Real Community Indicators

Last week Mayor Bill Barnet and County Council Chairman Jeff Horton delivered “state of our community” speeches while updating the Spartanburg Community Indicators Project.
“The old model and processes won’t work,” Bill Barnet said. Horton agreed, and added that it’s important to be transparent, to make decisions in the public’s view.

I don’t doubt that Barnet and Horton believe in change, and I applaud them for honesty in the face of hard times. But after all the politicians fall silent what we’re left with is that this is still Spartanburg-a political frontier, a community often ten or twenty or years behind the political curve.

Recently several real community indicators in Spartanburg school and county politics have pointed toward reliance on the oldest of political games-self-interest, back room dealing, and business as usual.

For almost a year Spartanburg County Council has been unable to pass a unified land use management plan, or update the storm water management ordinances to assure adequate protection of our streams and rivers. No action has been taken primarily because of lobbying by many Spartanburg developers who are acting primarily as a special interest group.

Though County Council has held public meetings, the issue of managing growth and development has never come to a vote, stalled many say by the strong lobby of private business.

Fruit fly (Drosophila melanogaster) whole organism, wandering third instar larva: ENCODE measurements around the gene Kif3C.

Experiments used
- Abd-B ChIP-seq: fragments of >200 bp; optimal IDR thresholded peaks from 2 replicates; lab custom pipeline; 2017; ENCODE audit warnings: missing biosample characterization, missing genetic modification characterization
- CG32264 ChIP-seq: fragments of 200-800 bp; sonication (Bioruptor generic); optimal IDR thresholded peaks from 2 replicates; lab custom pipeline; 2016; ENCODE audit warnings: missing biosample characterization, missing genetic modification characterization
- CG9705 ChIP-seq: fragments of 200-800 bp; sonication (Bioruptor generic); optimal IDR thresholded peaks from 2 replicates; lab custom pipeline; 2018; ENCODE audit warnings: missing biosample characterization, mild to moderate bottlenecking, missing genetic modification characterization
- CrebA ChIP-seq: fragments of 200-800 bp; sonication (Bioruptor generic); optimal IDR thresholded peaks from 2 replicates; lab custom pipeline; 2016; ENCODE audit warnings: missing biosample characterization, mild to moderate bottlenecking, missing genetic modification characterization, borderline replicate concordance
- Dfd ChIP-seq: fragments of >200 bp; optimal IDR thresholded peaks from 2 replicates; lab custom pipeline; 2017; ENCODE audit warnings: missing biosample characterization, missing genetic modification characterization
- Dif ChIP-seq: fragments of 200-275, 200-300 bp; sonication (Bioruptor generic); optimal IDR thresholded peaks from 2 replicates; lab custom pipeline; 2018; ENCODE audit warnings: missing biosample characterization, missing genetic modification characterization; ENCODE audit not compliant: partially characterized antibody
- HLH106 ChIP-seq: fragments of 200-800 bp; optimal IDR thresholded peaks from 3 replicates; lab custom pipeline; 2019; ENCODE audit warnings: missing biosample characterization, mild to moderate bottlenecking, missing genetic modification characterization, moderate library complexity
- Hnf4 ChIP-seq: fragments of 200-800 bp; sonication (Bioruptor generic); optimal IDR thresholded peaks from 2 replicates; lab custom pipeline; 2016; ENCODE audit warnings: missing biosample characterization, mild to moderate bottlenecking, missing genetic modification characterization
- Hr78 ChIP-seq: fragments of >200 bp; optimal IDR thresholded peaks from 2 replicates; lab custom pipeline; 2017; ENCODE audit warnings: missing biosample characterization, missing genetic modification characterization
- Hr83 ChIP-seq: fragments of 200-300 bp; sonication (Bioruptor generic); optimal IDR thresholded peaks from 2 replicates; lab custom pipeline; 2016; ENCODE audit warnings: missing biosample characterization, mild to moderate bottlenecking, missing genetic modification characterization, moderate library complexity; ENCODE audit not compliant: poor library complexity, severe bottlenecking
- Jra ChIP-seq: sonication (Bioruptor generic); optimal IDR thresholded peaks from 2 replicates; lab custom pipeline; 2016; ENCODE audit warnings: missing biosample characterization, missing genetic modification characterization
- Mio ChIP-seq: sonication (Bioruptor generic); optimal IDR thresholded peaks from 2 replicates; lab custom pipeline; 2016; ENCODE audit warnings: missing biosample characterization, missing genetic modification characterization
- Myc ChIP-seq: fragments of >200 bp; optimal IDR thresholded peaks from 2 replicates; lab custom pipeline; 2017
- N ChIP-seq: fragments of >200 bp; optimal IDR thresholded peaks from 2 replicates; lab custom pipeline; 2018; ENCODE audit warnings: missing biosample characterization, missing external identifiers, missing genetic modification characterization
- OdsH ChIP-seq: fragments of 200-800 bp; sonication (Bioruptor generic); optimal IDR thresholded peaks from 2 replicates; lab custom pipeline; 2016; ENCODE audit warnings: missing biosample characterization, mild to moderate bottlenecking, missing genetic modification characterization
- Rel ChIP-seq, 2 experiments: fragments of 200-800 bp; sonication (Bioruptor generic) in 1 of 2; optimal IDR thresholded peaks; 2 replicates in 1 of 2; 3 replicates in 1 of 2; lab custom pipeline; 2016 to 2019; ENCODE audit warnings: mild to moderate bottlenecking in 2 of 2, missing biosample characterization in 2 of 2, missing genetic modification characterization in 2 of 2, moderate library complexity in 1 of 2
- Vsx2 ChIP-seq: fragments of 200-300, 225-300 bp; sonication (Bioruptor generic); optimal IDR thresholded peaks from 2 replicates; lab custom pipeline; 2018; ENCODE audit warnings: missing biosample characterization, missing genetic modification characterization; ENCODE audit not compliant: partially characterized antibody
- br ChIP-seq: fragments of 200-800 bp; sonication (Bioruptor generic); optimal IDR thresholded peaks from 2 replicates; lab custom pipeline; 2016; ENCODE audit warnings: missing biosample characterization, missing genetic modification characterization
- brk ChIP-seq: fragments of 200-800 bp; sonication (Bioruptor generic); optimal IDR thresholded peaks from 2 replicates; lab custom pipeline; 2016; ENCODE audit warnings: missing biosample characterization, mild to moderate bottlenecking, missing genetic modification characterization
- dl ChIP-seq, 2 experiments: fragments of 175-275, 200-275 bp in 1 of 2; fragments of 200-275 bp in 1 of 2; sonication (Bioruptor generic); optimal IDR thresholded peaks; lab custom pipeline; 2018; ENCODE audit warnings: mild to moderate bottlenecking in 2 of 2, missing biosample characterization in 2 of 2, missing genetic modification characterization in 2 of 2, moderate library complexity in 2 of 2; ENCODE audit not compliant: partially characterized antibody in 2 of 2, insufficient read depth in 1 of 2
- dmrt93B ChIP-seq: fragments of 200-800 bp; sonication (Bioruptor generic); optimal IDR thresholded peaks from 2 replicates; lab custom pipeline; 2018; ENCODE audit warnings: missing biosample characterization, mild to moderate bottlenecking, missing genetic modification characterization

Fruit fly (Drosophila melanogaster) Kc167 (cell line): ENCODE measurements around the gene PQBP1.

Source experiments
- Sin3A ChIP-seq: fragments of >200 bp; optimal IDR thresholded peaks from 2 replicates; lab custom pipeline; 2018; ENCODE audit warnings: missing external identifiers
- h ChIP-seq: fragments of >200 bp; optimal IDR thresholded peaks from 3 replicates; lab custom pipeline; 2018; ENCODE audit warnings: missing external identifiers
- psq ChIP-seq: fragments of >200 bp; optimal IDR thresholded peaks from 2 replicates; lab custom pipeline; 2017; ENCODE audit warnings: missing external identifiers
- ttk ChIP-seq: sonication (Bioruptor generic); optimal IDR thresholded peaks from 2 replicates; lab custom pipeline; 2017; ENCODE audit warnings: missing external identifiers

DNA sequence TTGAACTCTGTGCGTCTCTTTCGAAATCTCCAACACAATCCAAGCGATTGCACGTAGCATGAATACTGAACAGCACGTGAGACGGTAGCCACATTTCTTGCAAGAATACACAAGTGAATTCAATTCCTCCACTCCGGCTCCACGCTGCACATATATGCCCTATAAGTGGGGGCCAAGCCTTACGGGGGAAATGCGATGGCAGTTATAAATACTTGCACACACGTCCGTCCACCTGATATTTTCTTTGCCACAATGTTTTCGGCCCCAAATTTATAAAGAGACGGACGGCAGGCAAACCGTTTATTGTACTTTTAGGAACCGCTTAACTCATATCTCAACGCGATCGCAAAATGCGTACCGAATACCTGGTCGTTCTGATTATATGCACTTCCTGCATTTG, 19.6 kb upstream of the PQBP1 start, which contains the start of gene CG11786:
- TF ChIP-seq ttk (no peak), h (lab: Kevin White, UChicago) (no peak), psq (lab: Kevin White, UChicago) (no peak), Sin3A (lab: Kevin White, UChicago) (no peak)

But the most embarrassing case of “business as usual” has played out over the past few weeks on the east side of Spartanburg. Neither Mayor Barnet nor City Council had any direct involvement, but the issue’s mere presence in our community says that at least one of our most important public institutions-our city school district-has a long way to go on updating its models and processes for doing business.

Over the past few months School District Seven has entered into a deeply mysterious $325,000 contract with the Country Club of Spartanburg for golf and practice privileges, something almost every other school district in our over-districted county gets for free or practically nothing on other courses.

What’s most disturbing about the school board’s actions is that once the district and the club were “outed” by this and other media outlets there has been no rescinding the deal despite a deafening outcry from citizens.
Instead of admitting they are wrong, the school board and administration simply hunkered down, cranked up the damage control machine, and hoped to ride out the public opinion tsunami.

When at an overflow public meeting last week the school board finally addressed the issue, board chairman Chip Hurst leaned on rules to limit public comment and superintendent Thomas White met the throngs of unhappy voters with Bible verses and a canned Power Point presentation.

The deal was put on hold-but only until a state attorney and state ethics committee can rule on a procedural issue. There’s still no indication the district is backing down or the country club backing out. It seems what they care about is whether they did anything illegal.

Will the people win this one? Most agree that the best thing that can happen at this point is for the deal to fall through as it should, and the country club look elsewhere-its members maybe?-to balance its budget.

What if the school board had said no when someone first broached this wacky plan-pay big public dollars for a thimble full of private privilege? Or what if County Council had passed an adequate land use plan in spite of what one special interest group wants?

Those would be real indicators of community change.

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